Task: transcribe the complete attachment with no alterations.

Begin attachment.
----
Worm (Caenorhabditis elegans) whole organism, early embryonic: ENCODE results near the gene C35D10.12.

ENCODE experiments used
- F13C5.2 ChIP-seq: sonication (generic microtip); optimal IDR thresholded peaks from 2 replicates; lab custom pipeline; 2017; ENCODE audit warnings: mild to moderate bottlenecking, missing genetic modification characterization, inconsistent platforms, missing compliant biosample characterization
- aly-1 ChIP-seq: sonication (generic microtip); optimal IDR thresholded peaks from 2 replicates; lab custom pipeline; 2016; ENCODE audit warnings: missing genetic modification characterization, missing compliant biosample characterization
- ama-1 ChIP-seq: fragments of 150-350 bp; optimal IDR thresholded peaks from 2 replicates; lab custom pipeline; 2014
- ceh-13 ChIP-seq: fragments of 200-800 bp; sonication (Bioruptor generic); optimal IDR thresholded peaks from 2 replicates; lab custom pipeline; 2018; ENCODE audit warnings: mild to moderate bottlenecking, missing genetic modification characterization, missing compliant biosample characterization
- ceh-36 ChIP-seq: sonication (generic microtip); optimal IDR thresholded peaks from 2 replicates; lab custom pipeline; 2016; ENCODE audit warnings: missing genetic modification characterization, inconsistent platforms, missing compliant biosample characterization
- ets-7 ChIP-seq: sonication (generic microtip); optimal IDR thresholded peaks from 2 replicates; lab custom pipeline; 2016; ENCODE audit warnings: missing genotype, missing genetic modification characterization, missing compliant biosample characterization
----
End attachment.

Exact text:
Worm (Caenorhabditis elegans) whole organism, early embryonic: ENCODE results near the gene C35D10.12.

ENCODE experiments used
- F13C5.2 ChIP-seq: sonication (generic microtip); optimal IDR thresholded peaks from 2 replicates; lab custom pipeline; 2017; ENCODE audit warnings: mild to moderate bottlenecking, missing genetic modification characterization, inconsistent platforms, missing compliant biosample characterization
- aly-1 ChIP-seq: sonication (generic microtip); optimal IDR thresholded peaks from 2 replicates; lab custom pipeline; 2016; ENCODE audit warnings: missing genetic modification characterization, missing compliant biosample characterization
- ama-1 ChIP-seq: fragments of 150-350 bp; optimal IDR thresholded peaks from 2 replicates; lab custom pipeline; 2014
- ceh-13 ChIP-seq: fragments of 200-800 bp; sonication (Bioruptor generic); optimal IDR thresholded peaks from 2 replicates; lab custom pipeline; 2018; ENCODE audit warnings: mild to moderate bottlenecking, missing genetic modification characterization, missing compliant biosample characterization
- ceh-36 ChIP-seq: sonication (generic microtip); optimal IDR thresholded peaks from 2 replicates; lab custom pipeline; 2016; ENCODE audit warnings: missing genetic modification characterization, inconsistent platforms, missing compliant biosample characterization
- ets-7 ChIP-seq: sonication (generic microtip); optimal IDR thresholded peaks from 2 replicates; lab custom pipeline; 2016; ENCODE audit warnings: missing genotype, missing genetic modification characterization, missing compliant biosample characterization